Please use this identifier to cite or link to this item: https://doi.org/10.1016/j.ejrh.2021.100807
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dc.titleTracing potential water sources of the Nagqu River using stable isotopes
dc.contributor.authorYang, Yuheng
dc.contributor.authorWeng, Baisha
dc.contributor.authorYan, Denghua
dc.contributor.authorGong, Xiaoyan
dc.contributor.authorDai, Yanyu
dc.contributor.authorNiu, Yongzhen
dc.contributor.authorDong, Guoqiang
dc.date.accessioned2022-10-12T10:04:25Z
dc.date.available2022-10-12T10:04:25Z
dc.date.issued2021-04-01
dc.identifier.citationYang, Yuheng, Weng, Baisha, Yan, Denghua, Gong, Xiaoyan, Dai, Yanyu, Niu, Yongzhen, Dong, Guoqiang (2021-04-01). Tracing potential water sources of the Nagqu River using stable isotopes. Journal of Hydrology: Regional Studies 34 : 100807. ScholarBank@NUS Repository. https://doi.org/10.1016/j.ejrh.2021.100807
dc.identifier.issn2214-5818
dc.identifier.urihttps://scholarbank.nus.edu.sg/handle/10635/232643
dc.description.abstractStudy region: The Nagqu River watershed (NRW) on the Qinghai–Tibet Plateau (QTP). Study focus: Precipitation, snowmelt, streamflow, and groundwater samples were collected in the NRW and used to analyze the contribution of different water sources to streamflow during different freeze–thaw periods. Stable isotopes of hydrogen (D) and oxygen (18O) and water chemistry were analyzed for the period ranging from 2016 to 2019, and tritium (T) and carbon-14 (14C) isotopes were analyzed for 2019. New hydrological insights for the region: Rain and snowmelt were found to reflect the chemical characteristics of precipitation, and the primary ions in both water types were Ca2+ and SO42?. The ?D and ?18O isotope values of rain and snowmelt were relatively low during the entire thaw period (from June to October) and relatively high in the entire frozen period (from November to May). The results of the optimum multiparameter and mass balance analyses showed that groundwater and snowmelt accounted for approximately 39.8 % and 32.2 % to the Nagqu River water flow, respectively, whereas precipitation accounted for approximately 28.0 %. The groundwater in clastic rock fissures around the northern Cuona Lake, and permafrost and ground ice in the bedrock layer were identified as older water types with relatively low infiltration rates, and bedrock fissures in the southeastern and southwestern areas contained younger water with better recoverability. © 2021 The Authors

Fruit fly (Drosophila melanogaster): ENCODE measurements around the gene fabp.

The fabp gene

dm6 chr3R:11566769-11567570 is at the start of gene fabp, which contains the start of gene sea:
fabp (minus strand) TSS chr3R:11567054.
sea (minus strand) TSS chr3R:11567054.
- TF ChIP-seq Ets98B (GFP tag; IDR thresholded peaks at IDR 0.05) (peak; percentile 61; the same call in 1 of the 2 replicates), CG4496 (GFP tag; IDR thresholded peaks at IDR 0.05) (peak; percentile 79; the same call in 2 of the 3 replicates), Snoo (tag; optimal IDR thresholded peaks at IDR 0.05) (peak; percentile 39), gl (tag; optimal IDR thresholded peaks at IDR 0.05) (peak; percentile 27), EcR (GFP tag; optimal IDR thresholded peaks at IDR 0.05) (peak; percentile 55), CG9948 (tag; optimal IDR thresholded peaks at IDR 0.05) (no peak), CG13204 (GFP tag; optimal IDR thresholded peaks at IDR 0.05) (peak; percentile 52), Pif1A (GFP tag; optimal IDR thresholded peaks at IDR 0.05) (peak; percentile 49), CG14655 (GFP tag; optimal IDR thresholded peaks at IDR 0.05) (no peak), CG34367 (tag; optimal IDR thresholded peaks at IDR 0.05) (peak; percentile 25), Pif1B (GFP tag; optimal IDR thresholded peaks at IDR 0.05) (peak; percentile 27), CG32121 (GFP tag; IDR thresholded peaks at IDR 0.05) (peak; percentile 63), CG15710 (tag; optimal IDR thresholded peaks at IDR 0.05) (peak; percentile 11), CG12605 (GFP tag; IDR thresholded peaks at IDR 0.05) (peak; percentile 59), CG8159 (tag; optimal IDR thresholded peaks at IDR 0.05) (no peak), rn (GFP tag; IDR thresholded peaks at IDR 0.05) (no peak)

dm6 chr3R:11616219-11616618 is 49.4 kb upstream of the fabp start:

dc.publisherElsevier B.V.
dc.rightsAttribution-NonCommercial-NoDerivatives 4.0 International
dc.rights.urihttps://creativecommons.org/licenses/by-nc-nd/4.0/
dc.sourceScopus OA2021
dc.subjectGroundwater
dc.subjectHydrologic pathway
dc.subjectPrecipitation
dc.subjectSnowmelt
dc.subjectStable isotope
dc.subjectStreamflow
dc.typeArticle
dc.contributor.departmentDEPT OF GEOGRAPHY
dc.description.doi10.1016/j.ejrh.2021.100807
dc.description.sourcetitleJournal of Hydrology: Regional Studies
dc.description.volume34
dc.description.page100807
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